l Feeling Worried? The Way You Breathe May Be Exacerbating It. - CEOtudent

Feeling Worried? The way you breathe may be exacerbating it.

Feeling Worried? The way you breathe may be exacerbating it. 1
Worry is one of the most intense emotions we have experienced in recent years. “What will be the consequences of the pandemic? Will I get corona? Have I infected someone I love?” And along with many other questions like this, we have a constant worry inside us. In addition to external factors, could our breathing also affect our level of anxiety? Kira M. Newman has written an article that answers this question. Let’s take a look together:
While scrolling through social media amid a whole bunch of crazy posts about politics and COVID-19, you may have come across a person or two reminding everyone to “just breathe”.
But can just breathing really make a big difference? In his new book, Breath: The New Science of Lost Art , journalist James Nestor says people are getting worse and worse at breathing. We breathe through our mouth and chest, and we do it very quickly.
Elissa Epel, a professor in San Francisco, said, “The rate and depth of our breathing is a huge determinant of our mental state.” says. Researchers like Epel are looking into how using breathing techniques (some new, some old) can help people recover from anxiety. What they discovered is that breathing may be an overlooked key to finding more calm and peace.


How Breathing Can Calm Us

Feeling Worried? The way you breathe may be exacerbating it. 2
We often try to calm our anxiety by changing our thoughts, questioning worst-case scenarios, or going to therapy. But breathing offers a different approach, bypassing the complexities of the mind and targeting the body directly. Instead of trying to get rid of feeling anxious, you can do something concrete. You may discover instant relief by breathing slowly or quickly, with a set rhythm or through a single nostril.
In a 2017 study , individuals who were highly anxious attended a diaphragmatic breathing course. They practiced at home twice a day. Diaphragmatic breathing or abdominal breathing is breathing deeply into the abdomen rather than shallow breathing into the chest. After eight weeks, those who received the training reported feeling less anxious compared to a group that did not receive the training. They also showed improved anxiety symptoms, such as lower heart rate and slower breathing.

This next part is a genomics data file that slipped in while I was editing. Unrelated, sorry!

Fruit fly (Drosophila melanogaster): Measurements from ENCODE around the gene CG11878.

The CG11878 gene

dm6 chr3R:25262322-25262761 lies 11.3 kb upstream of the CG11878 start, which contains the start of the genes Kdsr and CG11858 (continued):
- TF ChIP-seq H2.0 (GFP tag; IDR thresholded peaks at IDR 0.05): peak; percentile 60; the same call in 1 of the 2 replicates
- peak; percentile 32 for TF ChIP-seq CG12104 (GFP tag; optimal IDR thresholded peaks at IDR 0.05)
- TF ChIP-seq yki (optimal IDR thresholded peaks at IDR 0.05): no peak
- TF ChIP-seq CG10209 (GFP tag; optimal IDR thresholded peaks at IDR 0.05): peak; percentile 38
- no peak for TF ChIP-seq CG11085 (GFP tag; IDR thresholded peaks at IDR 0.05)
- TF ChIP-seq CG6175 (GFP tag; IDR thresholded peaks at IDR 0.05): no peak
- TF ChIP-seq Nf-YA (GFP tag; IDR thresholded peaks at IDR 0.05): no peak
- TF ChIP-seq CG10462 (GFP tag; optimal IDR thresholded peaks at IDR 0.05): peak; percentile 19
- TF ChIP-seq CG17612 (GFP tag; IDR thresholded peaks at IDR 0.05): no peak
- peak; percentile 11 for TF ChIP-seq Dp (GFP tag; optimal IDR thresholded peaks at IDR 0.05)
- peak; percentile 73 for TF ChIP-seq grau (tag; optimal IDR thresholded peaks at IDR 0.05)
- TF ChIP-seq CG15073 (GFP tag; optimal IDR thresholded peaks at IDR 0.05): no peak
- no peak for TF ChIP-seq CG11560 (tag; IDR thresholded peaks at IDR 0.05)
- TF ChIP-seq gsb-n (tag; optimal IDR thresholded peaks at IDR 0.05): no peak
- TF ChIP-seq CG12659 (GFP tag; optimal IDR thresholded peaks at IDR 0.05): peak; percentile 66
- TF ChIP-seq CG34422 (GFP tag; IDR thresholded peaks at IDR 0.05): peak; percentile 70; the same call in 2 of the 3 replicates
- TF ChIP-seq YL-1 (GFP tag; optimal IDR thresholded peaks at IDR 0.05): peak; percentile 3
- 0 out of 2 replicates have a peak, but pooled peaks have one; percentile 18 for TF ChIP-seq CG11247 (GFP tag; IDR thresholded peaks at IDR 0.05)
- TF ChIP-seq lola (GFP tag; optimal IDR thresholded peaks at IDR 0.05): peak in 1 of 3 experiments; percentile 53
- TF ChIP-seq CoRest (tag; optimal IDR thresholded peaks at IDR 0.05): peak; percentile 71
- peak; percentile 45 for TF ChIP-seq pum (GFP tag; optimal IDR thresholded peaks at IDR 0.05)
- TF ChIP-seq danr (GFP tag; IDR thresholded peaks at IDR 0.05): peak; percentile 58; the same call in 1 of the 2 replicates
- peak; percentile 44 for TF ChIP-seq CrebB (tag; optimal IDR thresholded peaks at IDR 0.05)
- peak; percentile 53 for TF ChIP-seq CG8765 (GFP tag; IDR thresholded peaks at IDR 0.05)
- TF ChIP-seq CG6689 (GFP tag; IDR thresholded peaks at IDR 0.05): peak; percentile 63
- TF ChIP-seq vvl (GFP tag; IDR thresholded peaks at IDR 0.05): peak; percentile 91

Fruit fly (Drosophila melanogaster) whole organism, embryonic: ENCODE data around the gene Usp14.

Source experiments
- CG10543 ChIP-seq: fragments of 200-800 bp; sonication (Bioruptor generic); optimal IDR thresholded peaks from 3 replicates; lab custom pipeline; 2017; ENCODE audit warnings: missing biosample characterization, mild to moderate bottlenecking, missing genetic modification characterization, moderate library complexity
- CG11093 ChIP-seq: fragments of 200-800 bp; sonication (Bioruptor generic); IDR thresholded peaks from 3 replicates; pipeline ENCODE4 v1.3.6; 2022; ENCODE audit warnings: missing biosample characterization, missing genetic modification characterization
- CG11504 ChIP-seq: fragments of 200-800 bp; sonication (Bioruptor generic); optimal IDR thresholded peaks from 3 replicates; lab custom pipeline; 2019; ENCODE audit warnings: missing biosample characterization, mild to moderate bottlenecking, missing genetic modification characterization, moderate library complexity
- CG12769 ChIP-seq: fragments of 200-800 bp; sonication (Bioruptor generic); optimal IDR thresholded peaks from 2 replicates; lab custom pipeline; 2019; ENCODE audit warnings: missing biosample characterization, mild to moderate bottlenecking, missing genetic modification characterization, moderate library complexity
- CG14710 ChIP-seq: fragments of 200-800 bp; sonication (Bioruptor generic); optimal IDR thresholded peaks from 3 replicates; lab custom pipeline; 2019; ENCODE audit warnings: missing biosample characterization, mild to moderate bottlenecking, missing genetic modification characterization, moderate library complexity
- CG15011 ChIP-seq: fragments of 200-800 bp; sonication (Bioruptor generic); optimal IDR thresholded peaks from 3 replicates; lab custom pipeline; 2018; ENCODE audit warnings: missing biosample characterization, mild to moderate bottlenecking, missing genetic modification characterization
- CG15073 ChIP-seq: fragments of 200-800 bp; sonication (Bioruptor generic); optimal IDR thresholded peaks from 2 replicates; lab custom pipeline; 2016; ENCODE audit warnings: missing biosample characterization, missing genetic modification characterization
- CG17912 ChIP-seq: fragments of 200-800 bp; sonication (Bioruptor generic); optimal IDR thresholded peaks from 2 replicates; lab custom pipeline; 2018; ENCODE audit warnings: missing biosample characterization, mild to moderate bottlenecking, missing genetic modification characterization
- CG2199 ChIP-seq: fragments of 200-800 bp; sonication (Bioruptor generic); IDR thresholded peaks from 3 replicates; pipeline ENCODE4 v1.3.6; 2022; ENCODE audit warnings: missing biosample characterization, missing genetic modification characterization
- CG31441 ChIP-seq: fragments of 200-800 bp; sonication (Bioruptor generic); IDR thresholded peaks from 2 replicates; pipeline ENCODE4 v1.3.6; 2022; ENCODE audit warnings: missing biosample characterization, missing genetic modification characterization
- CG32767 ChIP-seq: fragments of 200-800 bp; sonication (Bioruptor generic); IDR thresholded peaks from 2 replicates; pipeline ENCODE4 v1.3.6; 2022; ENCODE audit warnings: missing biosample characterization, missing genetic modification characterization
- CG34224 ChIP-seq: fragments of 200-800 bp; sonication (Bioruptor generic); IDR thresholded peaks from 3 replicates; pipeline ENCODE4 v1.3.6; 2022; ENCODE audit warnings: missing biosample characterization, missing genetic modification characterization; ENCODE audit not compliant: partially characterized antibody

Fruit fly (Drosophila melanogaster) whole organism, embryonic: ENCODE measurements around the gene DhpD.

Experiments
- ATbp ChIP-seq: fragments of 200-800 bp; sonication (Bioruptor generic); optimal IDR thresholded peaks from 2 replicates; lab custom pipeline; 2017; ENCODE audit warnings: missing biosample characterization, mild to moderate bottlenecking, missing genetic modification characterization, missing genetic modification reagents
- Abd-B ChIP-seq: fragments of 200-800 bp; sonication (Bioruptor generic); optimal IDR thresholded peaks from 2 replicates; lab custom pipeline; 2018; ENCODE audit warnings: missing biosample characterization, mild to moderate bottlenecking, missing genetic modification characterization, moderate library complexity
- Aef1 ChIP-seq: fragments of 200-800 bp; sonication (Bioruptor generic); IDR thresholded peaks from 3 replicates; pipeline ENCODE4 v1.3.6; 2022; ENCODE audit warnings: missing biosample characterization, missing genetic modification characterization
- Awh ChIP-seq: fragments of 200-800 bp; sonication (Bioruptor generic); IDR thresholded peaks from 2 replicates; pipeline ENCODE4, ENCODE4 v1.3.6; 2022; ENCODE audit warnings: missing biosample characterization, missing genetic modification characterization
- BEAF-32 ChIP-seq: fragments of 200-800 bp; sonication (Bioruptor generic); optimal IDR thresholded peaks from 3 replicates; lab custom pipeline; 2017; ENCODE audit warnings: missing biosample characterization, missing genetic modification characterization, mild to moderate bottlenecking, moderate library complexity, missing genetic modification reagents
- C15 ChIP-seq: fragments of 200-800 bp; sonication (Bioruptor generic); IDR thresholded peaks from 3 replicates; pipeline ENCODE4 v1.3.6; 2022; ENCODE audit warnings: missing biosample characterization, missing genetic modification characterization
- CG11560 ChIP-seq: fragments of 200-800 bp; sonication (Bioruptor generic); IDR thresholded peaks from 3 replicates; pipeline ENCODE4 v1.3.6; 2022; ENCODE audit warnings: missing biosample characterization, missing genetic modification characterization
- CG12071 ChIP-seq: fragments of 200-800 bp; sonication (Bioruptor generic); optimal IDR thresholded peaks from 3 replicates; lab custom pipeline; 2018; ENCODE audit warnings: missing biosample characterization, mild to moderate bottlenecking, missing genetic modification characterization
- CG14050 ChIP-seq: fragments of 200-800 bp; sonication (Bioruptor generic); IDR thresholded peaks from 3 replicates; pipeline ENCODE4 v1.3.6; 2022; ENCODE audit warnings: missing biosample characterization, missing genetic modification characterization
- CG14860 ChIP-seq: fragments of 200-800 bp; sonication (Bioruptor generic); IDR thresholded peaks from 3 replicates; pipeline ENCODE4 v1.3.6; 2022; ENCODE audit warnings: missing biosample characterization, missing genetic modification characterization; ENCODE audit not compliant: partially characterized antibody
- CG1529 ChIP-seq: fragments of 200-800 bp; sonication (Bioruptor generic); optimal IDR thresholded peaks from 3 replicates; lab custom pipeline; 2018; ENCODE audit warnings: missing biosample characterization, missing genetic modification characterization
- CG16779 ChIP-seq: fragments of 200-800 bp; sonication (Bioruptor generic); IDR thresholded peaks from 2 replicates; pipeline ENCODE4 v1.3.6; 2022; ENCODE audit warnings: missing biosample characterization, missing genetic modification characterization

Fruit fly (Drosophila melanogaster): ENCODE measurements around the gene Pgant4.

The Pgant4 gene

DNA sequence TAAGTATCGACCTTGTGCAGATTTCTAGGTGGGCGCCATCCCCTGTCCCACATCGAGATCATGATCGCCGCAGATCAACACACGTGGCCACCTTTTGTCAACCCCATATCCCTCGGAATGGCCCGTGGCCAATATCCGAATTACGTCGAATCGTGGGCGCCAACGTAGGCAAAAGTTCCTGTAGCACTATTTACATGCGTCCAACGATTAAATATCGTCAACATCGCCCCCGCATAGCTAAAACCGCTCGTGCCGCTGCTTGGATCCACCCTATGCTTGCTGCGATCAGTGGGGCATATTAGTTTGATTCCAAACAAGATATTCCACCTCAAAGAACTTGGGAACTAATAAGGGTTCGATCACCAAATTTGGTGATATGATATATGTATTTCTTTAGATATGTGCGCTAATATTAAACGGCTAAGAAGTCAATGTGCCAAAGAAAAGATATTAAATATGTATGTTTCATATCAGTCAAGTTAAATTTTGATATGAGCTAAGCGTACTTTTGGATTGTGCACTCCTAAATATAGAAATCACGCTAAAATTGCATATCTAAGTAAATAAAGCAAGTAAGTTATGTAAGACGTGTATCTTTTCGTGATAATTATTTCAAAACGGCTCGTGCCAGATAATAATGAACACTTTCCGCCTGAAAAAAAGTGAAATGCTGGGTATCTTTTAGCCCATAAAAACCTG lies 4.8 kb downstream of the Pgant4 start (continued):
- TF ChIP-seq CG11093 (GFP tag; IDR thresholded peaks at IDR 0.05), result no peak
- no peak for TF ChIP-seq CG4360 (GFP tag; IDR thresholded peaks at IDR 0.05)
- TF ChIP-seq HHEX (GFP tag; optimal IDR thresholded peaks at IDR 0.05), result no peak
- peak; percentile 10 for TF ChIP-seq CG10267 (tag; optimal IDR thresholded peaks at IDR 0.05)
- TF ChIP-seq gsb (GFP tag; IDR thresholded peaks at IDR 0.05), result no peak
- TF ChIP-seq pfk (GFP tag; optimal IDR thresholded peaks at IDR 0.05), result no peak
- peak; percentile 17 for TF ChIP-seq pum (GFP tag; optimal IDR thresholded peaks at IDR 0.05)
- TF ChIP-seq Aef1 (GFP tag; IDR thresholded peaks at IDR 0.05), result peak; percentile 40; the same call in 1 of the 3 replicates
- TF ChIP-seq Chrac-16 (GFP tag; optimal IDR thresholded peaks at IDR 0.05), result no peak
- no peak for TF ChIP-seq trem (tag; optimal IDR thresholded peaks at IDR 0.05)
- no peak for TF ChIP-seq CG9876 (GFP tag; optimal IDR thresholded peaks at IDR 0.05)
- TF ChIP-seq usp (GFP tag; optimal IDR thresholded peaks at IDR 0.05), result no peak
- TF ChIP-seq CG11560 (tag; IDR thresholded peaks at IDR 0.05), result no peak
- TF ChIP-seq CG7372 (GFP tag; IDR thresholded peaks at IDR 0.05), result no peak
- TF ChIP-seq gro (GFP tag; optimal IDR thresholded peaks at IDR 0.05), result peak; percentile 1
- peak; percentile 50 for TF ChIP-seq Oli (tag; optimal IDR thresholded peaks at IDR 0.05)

Therefore, regular breathing practice can help you feel calmer in your daily life. But other research suggests that focusing on your breathing during moments of acute stress may also be helpful.
In an earlier study published in the Journal of Personality and Social Psychology, researchers bring participants to a lab. They say they will give them electric shocks. While some of the participants practiced slow breathing before the shock was delivered (the shock delivery was actually never performed), others focused on breathing at a normal rate or did not regulate their breathing at all. Those who breathed slowly, at about eight breaths per minute, not only reported feeling less anxious, but also showed lower anxiety on a physical level when sweating and blood flow were measured.
Another study followed, testing three different breathing rhythms. As a result, rapid breathing (2 seconds in, 8 seconds out) with slow exhalation was the most effective in alleviating both the physical and mental experience of anxiety.
Breathing is an essential component of many meditation and mindfulness practices and may be the root reason why they work. In a small 2017 study , researchers asked people with anxiety disorders to try nostril breathing or mindful breathing awareness for 10 minutes two days in a row. They found that alternate nostril breathing was about three times more effective at reducing people’s feelings of anxiety.


Ripple Effects of Breathing

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The way we breathe can initiate a series of physical changes in the body that promote stress or relaxation. “If we are breathing really shallow and fast, it causes an upregulation of our nervous system and we feel tense, anxious,” Epel says. says. “Slow breathing actually initiates the anti-stress response.”
“Your breath allows you to consciously control it, so you can take control of your nervous system. This way, you can control your anxiety.” “When we breathe a certain way, we send messages to these emotional centers of our brain to calm down.”
Rapid breathing can be a trigger for people with anxiety. It causes tingling and dizziness that often accompany panic attacks. When you breathe fast and start to feel the symptoms you normally associate with anxiety, it may help to reinterpret these symptoms in a less threatening way. They become less worrisome, just as high heart rate does not bother us during exercise. And if you attribute anxiety to faulty breathing habits, that means you can change the way you breathe and potentially see some improvement.

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